Damjan Kozole • Director of Half-Sister
“This is a story about the transfer of hatred from generation to generation”
by Vladan Petkovic
- We chatted to Slovenian filmmaker Damjan Kozole, whose latest film, Half-Sister, world-premiered in competition at this year's Karlovy Vary
We talked to Slovenian filmmaker and Karlovy Vary regular Damjan Kozole, whose latest film, Half-Sister [+see also:
interview: Damjan Kozole
film profile], world-premiered in this year's competition.
Cineuropa: Where does the story for Half-Sister come from, and how did you work on the script?
Damjan Kozole: The story comes from a personal situation I was in several years ago, when it turned out that there could be somebody in my life with whom I share blood ties but of whom I wasn't aware. It was a really strong, powerful, confusing feeling.
To me, it is a story about the transfer of hatred from generation to generation. People are often not aware why they are perpetuating this hatred. So this is about how hatred is passed down and how the two heroines hate each other without even knowing why exactly; they feel guilt for sins they haven't committed. This is, of course, also connected to our nationalistic issues in the region, which are still going on.
Screenwriting is a permanent process for me. If it takes ten years for a project to get into production, I will be writing it for ten years. I started with this script in 2015, while we were editing Nightlife [+see also:
interview: Damjan Kozole
film profile]. First, Urša Menart joined me, and when she went off to make her own film [My Last Year as a Loser [+see also:
film profile]], Ognjen Sviličić joined me. He was the one who brought this aspect of latent Slovenian chauvinism into the story.
The two heroines, Irena and Neža, are very different at the beginning of the film. Why is Neža so angry?
I’ve always been interested in people who are angry, aggressive and rude in order to hide their own vulnerability. In my opinion, she just felt that she was not part of society. And they are not all that different: for me, Irena was very similar to Neža some 15 years ago, and now we find her at a stage where she has to make a crucial decision in her life, and she is definitely anxious. Beneath the surface, there are some small details that help you recognise the fact that the two are much more similar than it may seem at first.
How about Irena's relationship with Brane and the fact that he is so violent? How does that tie in with this moment we are experiencing as a society?
Sometimes you marry a person who is the polar opposite of you, and after a couple of years, you find out they are mean or aggressive. It happens all the time in our lives, but we tend to see the person as the one we projected, rather than for who they really are. This is one of the ways we wanted to depict Irena's character: it is about her. So she is now smarter than she was when she was younger. And we are hoping she won't repeat the same mistakes with her half-sister. This is also connected with the past. This whole film is about the past and how it is reflected in what is happening now. Brane's character is an example of that, as are the father and Neža's Albanian mother. This story has a long trail of the past dragging along behind it.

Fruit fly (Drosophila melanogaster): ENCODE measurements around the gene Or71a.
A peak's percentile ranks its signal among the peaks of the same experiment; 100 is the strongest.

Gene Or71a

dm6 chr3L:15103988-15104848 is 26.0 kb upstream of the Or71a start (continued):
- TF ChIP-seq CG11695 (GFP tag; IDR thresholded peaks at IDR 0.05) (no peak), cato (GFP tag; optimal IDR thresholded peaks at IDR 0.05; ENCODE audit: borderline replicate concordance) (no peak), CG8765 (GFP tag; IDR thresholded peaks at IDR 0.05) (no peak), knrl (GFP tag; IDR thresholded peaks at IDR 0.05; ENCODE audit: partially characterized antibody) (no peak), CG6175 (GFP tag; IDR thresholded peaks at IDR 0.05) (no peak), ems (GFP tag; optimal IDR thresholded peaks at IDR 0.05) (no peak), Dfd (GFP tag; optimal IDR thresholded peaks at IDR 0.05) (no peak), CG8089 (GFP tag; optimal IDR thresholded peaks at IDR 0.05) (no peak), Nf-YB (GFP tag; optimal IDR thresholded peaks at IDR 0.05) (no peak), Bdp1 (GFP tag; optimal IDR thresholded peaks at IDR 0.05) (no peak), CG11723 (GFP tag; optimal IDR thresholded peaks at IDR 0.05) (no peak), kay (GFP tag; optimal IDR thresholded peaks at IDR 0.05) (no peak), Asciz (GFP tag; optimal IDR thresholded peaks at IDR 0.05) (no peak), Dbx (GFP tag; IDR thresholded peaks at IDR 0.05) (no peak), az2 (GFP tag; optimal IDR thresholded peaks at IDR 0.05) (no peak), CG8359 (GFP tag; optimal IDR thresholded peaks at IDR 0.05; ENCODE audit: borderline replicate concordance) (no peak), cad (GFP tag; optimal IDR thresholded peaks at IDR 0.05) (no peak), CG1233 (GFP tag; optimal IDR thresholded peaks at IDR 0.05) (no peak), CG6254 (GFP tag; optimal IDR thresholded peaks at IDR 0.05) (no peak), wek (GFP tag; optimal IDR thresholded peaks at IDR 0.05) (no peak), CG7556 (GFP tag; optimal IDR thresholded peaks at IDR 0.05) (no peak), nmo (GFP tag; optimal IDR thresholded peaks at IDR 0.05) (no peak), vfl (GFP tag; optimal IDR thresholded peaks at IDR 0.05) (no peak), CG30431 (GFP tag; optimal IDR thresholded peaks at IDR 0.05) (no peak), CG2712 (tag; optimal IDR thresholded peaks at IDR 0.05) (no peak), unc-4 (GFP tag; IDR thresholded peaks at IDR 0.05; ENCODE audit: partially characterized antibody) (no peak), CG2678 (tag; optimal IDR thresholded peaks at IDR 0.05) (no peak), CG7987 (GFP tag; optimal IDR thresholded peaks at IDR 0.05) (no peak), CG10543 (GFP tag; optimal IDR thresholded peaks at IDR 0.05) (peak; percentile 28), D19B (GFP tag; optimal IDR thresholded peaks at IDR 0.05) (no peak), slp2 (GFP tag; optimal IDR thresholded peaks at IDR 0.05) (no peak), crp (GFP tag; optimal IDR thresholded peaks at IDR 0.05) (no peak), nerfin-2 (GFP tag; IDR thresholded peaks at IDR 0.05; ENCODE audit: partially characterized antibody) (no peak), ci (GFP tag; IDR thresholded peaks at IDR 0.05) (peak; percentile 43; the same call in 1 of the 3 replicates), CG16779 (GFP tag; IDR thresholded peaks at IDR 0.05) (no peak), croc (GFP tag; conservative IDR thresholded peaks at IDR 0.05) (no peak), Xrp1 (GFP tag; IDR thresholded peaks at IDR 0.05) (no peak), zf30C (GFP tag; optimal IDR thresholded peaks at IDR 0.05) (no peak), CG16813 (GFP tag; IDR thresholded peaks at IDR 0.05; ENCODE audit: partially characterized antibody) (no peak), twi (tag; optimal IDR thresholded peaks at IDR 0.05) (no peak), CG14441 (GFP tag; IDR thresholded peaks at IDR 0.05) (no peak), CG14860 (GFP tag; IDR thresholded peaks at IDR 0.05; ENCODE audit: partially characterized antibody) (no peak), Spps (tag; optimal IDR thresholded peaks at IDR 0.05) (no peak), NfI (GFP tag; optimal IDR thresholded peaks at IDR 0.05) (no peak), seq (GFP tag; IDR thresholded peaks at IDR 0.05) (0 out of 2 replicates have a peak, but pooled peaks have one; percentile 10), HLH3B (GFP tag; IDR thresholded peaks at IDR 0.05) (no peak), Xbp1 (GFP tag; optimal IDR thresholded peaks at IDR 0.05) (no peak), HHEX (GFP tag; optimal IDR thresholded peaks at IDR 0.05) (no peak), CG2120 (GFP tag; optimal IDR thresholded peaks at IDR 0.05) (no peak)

In all of my recent films, the main characters have been women because I believe they face many more obstacles in society than men. When we started with the script in 2015, #MeToo had not happened yet, and now the movie has been released at the moment when this issue is grabbing everyone's attention. Even though I agree with the movement, I did not consciously want to be a part of it. Brane's character was intended to represent a symptom, rather than us wanting to make a film about domestic violence. It is a movie about two half-sisters, and that is the main point.
How did you decide to situate most of the film in just one flat? How did you work with the actresses and the DoP in this limited space?
There are often too many elements in films. We always want to have too many things in our lives, our apartments or our films. I, on the other hand, like to reduce everything down. I wanted to focus just on two main characters, and that's why even the set design of the flat is completely empty. For me, it was only the two women's bodies and faces that were important in this film.
It was a long process involving a lot of rehearsals, as Urša is not a professional actress. Also, both actresses use a heavy coastal dialect, and they needed to memorise the lines, so there was almost no improvisation. The same goes for the camerawork: this is my second collaboration with DoP Miladin Čolaković, and we came up with a very precise shooting plan in advance.
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